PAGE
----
VY Decommissioning – History

History

20 Construction 12-3-1968Vermont Yankee Nuclear Power Corporation was formed in 1966 by a group of New England utilities, including Vermont’s two largest utilities, Central Vermont Public Service Corporation and Green Mountain Power Corporation. The Vermont Yankee Nuclear Power Station (VY) began commercial operations in March 1972. Vermont Yankee Nuclear Power Corporation (VYNPC) sold the Station to Entergy Nuclear Vermont Yankee, LLC (EVY, and collectively with Entergy Nuclear Operations, Inc. (ENO), referenced here as Entergy Vermont Yankee), on July 31, 2002.

It was planned and constructed at a time when New England was heavily dependent on imported oil for electric generation. As oil supplies for New England grew more unstable and as the environmental degradation caused by fossil-fired pollution was becoming apparent, New England was among the first regions in the country to invest in nuclear plants as an alternative to fossil-fueled power plants.

The impact of Vermont Yankee on the local community and the state was substantial. During construction many good jobs were brought to the local area, and when Vermont Yankee became fully operational some 250 local jobs made the facility an economic engine for the community. After a four-year construction and federal licensing, Vermont Yankee was staffed with highly qualified maintenance technicians and electrical, mechanical and nuclear engineers. Many of the operating staff were drawn directly from the US Navy nuclear propulsion program. By 1972, the plant was up and running and selling nuclear-generated electricity over the 345,000-volt transmission lines to New England consumers. The plant’s electricity, dispatched by the New England Power Pool, proved reliable for full-power operations around the clock and it positioned the state well against the Middle East embargo on oil shipments to the United States.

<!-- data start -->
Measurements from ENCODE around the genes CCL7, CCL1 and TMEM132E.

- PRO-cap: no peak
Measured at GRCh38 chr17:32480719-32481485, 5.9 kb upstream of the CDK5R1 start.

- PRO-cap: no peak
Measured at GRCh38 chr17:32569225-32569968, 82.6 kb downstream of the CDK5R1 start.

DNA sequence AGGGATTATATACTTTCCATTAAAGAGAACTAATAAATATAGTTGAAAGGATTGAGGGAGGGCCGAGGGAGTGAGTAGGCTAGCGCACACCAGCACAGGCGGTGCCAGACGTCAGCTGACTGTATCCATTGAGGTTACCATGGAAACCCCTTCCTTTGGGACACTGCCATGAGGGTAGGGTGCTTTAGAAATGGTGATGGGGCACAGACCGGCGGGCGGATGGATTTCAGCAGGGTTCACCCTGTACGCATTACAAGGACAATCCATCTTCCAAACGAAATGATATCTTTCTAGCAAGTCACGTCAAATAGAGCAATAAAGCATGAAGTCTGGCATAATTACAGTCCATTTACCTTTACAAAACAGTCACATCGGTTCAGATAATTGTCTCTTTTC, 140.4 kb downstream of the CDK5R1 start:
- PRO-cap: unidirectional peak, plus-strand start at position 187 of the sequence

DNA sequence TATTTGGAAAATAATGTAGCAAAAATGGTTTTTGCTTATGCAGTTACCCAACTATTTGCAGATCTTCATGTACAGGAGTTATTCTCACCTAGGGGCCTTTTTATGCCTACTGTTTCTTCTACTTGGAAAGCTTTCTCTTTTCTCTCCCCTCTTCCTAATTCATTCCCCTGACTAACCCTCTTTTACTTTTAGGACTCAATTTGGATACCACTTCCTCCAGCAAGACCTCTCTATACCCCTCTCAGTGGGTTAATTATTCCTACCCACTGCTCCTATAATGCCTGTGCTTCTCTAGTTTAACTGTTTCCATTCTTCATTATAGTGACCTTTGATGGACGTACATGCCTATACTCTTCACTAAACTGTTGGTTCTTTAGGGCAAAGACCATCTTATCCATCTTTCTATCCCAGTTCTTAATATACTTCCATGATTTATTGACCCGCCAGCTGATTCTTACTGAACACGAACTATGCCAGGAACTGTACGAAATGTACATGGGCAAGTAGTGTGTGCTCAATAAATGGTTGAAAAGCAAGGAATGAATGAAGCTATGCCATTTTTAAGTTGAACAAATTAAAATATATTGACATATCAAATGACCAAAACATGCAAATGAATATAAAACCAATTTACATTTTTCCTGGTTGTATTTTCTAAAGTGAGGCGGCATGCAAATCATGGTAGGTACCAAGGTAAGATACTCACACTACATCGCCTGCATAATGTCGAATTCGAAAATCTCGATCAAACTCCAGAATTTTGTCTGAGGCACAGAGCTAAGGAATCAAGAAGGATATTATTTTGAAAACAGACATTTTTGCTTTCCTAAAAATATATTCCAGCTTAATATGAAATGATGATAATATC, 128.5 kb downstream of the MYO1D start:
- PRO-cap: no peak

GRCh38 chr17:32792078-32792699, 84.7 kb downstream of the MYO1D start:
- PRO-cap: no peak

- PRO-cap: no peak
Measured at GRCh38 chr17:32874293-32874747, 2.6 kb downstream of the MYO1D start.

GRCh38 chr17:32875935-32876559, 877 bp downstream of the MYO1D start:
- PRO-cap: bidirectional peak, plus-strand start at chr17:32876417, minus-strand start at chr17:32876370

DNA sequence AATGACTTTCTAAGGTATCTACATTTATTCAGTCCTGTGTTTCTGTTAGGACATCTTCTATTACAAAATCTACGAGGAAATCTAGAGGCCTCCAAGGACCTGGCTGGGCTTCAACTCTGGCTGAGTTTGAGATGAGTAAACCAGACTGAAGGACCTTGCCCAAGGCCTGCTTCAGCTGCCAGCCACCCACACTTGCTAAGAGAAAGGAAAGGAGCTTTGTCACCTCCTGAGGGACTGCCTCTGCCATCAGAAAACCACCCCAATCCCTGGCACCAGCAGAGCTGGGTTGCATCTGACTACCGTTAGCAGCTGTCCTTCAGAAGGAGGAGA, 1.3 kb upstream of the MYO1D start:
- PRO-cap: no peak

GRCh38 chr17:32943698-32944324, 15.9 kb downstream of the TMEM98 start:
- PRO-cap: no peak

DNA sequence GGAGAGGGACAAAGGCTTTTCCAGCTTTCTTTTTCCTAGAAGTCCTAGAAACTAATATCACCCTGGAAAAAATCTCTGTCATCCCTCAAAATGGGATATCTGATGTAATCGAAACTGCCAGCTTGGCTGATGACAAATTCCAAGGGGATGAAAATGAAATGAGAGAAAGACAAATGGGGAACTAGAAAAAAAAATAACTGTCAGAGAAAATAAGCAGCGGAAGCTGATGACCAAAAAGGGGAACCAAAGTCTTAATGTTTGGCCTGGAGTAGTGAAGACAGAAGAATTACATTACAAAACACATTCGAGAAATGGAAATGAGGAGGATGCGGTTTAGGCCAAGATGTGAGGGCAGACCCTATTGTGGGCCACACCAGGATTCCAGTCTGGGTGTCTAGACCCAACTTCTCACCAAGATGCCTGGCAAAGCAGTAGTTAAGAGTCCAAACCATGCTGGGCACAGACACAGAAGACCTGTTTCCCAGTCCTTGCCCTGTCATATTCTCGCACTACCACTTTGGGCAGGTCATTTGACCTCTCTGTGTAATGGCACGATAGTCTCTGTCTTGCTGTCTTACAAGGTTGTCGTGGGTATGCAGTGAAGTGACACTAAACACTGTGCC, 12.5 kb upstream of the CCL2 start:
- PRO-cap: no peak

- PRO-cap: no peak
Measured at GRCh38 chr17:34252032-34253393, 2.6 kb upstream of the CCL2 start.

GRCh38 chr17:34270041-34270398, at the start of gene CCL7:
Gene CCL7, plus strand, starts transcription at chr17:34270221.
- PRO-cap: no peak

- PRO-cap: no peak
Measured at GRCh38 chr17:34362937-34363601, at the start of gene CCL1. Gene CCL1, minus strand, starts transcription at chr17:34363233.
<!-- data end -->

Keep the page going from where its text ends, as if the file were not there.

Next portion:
22 Construction 2-4-1969With Vermont Yankee reliably on line, and with safety as the highest priority, oil-fired power plants in the northeast were gradually edged out of the role of baseload electric generators which was a major step in reducing air pollution in the region.

Less fossil-fired pollution has meant less mercury in the rivers and less acid rain impact on sugar maple trees and other important species in the economy. With the discovery of the greenhouse effect on a global scale, it is clear that the environmental benefits of nuclear generators like Vermont Yankee go well beyond New England.

Over the next 42 years, Vermont Yankee brought in additional engineering services, quality assurance and licensing personnel—positions that had previously been filled by out-of-state contractors—and made additions to its normal staff to bring the total employees including permanent contractors to nearly 650. During those years, Vermont Yankee provided low–cost, base-load power to Vermont.

Throughout Vermont Yankee’s operating life, New England electricity consumers benefited from the stable fuel cost inherent in nuclear energy and the continued safety focus of those who oversaw the plant.

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